Temporary driving restrictions were imposed in Beijing from December 8 to 10, 2015, as part of the smog mitigation measures provided for in Beijing’s red alert for hazardous smog, the first such alert issued ever. The smog alert system was put in place in 2013, and a red alert should go into effect if there is a prediction that the air quality index will stay over 200 for more than 72 hours. On the evening of December 7 the index was 253 according to Beijing’s authorities. Under a red alert half of the city’s cars are ordered off the streets through a temporary alternate-day travel scheme based on the cars license plate numbers. Only cars with even-numbered license plates were allowed on the roads during the first day of the restriction. Electric cars are not subject to the driving restriction, as a government incentive to promote the use of cleaner vehicles.
According to the Ministry of Environmental Protection, the combined effect of all the restrictions imposed reduced pollutant emissions in Beijing by 30% during day one of the city's first red alert for smog. Environmentalist from Beijing University of Technology estimated that without the measures, the density of PM2.5 would have risen by 10% during that time period.
A second red alert for pollution was issued on December 18, 2015. Temporary driving restrictions were imposed for four days, beginning at 7 a.m. on December 19th and ending on the 23rd at midnight.
On 16 December 2016, Beijing authorities declared a five-day pollution “red alert” due to a heavy pollution event. Among other measures, about half the cars were restricted through a temporary alternate-day travel scheme, and older and “dirty” high-emissions vehicles were forbidden to circulate. Public transport services in the city were increased, with about 3,600 buses on duty. The Ministry of Environmental Protection reported that 21 other cities across north and central China had also declared pollution red alerts, including Tianjin, Shijiazhuang, Taiyuan, and Zhengzhou. The red alert was lifted on 22 December 2016 as the winds cleared pollution away the night before.
Small passenger car purchase policy
Starting from January 1, 2012, Beijing citizens who wish to purchase passenger cars with less than five seats must follow the small passenger car purchase policy to be applicable for purchasing a passenger car. According to the policy, the individual purchaser must not already have a passenger car registered under his or her name, and must fulfill various requirements such as having a driving license and living in Beijing; if the purchaser fulfills all of the requirements, he or she could apply for a quota for a passenger by entering the information pertaining to being applicable at the 'Beijing Small Passenger Car Passenger Quota Management' website, and then wait for the monthly license plate 'lottery' (摇号), where during the 26th of every month the Traffic Management Bureau would take all of the eligible quotas and select a certain amount of them randomly similar to the way of lottery where numbers are drawn randomly. Companies are also applicable to following the policy, but under a different set of rules. Car owners who scrapped their cars could produce evidence and receive a quota without going through the process of license plate 'lottery'.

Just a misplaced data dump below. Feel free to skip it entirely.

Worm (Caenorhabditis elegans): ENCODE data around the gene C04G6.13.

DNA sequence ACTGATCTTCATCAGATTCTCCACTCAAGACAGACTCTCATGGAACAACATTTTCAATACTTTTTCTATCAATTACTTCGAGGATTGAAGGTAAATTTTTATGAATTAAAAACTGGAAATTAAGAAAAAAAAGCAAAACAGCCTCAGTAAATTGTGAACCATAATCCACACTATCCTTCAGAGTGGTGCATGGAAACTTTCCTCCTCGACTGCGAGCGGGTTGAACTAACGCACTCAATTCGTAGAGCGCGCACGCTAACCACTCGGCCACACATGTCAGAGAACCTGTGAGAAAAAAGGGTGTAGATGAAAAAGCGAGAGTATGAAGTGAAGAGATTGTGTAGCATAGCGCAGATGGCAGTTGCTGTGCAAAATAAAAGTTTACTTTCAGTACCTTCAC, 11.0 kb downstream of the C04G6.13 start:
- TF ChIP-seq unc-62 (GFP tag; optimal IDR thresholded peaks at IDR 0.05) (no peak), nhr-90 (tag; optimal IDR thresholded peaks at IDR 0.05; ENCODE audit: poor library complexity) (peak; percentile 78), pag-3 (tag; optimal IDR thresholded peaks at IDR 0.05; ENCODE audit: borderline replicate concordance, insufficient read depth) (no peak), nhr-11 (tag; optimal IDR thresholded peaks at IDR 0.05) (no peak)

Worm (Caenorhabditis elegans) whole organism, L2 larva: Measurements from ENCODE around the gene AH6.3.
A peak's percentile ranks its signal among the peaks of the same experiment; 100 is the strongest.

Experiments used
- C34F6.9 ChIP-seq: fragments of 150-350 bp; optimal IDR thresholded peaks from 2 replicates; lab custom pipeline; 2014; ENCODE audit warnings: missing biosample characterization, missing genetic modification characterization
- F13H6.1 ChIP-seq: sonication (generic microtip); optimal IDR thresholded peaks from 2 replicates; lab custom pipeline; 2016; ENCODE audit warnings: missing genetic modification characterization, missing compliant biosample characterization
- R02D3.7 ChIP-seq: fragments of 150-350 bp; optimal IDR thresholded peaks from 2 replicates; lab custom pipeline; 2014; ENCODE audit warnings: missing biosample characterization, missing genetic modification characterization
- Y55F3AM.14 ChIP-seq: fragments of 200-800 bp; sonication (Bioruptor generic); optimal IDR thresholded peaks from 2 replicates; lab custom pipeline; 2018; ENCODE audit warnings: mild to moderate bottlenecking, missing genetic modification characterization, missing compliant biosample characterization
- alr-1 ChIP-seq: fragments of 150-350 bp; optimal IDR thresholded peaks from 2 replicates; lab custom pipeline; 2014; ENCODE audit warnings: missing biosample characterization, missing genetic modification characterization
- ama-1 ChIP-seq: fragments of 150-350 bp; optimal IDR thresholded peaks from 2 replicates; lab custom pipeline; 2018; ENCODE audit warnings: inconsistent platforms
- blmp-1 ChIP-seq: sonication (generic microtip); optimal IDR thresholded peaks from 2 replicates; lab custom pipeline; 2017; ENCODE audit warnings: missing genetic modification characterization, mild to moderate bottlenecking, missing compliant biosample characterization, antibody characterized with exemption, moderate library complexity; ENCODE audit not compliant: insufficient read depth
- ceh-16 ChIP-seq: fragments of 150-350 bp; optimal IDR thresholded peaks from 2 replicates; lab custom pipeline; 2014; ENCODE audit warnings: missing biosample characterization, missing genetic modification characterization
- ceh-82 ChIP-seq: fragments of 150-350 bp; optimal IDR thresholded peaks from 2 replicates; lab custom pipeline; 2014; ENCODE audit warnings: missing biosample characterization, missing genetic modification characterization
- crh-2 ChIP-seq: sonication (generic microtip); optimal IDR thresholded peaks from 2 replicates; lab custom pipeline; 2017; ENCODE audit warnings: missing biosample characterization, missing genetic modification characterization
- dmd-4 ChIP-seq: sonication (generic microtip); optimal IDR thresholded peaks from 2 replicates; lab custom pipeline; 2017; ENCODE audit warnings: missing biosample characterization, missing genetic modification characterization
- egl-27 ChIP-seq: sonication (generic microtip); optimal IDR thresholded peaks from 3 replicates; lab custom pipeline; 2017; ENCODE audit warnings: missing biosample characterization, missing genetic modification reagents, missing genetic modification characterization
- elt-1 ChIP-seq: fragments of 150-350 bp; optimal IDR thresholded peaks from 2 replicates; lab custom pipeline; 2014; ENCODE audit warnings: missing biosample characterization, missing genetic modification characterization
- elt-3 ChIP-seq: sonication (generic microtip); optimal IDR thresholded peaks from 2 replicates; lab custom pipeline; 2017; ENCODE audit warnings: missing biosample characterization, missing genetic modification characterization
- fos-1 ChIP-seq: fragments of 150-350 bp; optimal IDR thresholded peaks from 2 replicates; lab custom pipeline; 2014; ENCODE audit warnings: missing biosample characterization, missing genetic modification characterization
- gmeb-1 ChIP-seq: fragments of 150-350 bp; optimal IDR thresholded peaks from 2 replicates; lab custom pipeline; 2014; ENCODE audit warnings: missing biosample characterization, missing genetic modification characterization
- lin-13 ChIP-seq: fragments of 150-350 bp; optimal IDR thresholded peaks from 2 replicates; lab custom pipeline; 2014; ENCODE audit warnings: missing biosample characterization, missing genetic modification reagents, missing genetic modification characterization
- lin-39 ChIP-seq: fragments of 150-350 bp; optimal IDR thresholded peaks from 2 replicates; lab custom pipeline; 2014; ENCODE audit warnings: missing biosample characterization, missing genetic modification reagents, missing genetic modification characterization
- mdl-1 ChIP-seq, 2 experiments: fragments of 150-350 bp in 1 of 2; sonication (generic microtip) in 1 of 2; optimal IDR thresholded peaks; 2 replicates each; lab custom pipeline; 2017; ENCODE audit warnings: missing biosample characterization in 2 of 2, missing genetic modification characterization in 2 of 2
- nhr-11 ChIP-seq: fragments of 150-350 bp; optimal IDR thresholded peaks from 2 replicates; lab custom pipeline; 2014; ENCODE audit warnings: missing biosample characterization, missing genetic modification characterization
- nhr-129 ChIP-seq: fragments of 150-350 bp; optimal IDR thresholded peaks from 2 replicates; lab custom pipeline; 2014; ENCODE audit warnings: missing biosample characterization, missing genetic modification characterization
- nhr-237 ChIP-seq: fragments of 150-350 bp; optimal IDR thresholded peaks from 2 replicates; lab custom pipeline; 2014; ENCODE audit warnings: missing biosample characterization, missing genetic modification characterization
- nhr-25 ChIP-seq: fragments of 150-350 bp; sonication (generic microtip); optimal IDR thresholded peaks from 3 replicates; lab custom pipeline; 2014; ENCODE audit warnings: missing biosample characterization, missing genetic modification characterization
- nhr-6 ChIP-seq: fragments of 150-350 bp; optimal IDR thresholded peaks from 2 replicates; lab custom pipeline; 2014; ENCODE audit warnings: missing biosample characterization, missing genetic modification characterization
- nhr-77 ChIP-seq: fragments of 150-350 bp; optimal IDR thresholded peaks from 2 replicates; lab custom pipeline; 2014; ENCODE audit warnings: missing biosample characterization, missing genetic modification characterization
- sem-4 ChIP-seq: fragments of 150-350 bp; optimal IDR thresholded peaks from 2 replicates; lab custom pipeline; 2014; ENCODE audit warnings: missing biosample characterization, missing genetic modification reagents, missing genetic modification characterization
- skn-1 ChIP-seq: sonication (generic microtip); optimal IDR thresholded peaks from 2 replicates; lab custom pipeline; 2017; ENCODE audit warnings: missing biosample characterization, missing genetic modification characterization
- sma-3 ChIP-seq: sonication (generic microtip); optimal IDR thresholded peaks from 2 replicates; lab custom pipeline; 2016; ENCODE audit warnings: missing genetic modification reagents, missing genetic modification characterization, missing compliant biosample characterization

Effects of the policies
According to a third party test, the policies issued were great in reducing the car emissions: a 40% daily reduction of vehicle emissions was reported after comparing the data for vehicle emissions before and after the following policy was carried out. Also, according to a professor in the Beijing University of Technology, the End-number License Plate Policy has reduced the number of cars on the public road-space of Beijing by 700,000, but with the rapidly increasing number of cars purchased, the effects of the policy would be negated within three years.
Reception of policies
According to a survey ordered by the officials conducted by a third party institute in 2010, 90.4% of the surveyed people are in favor of end-number license plate policy and would like to continue practicing the policy, but according to a similar survey conducted by Sina.com 82.9% of the interviewed opposed the End-number License Plate Policy, with only 14% in favor, having a 76% difference from the official survey.
Other Chinese cities
- Congestion pricing
- Low-emission zone
- New energy vehicles in China
- Odd-even rationing
- Road pricing
- Road space rationing
- Vehicle registration plates of China
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- "《北京市小客车数量调控暂行规定》实施细则（修订）" (in Chinese). Beijing Small Passenger Car Passenger Quota Management. 2011-12-27. Retrieved 2012-05-09.
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- Beijing Traffic Management Bureau
- Beijing Small Passenger Car Quota Management Website
- Will a Driving Restriction Policy Reduce Car Trips? - A Case Study of Beijing, China, Environment for Development, September 2013.
- Review of Beijing’s Comprehensive Motor Vehicle Emission Control Programs, White Paper, International Council on Clean Transportation (ICCT), October 2015.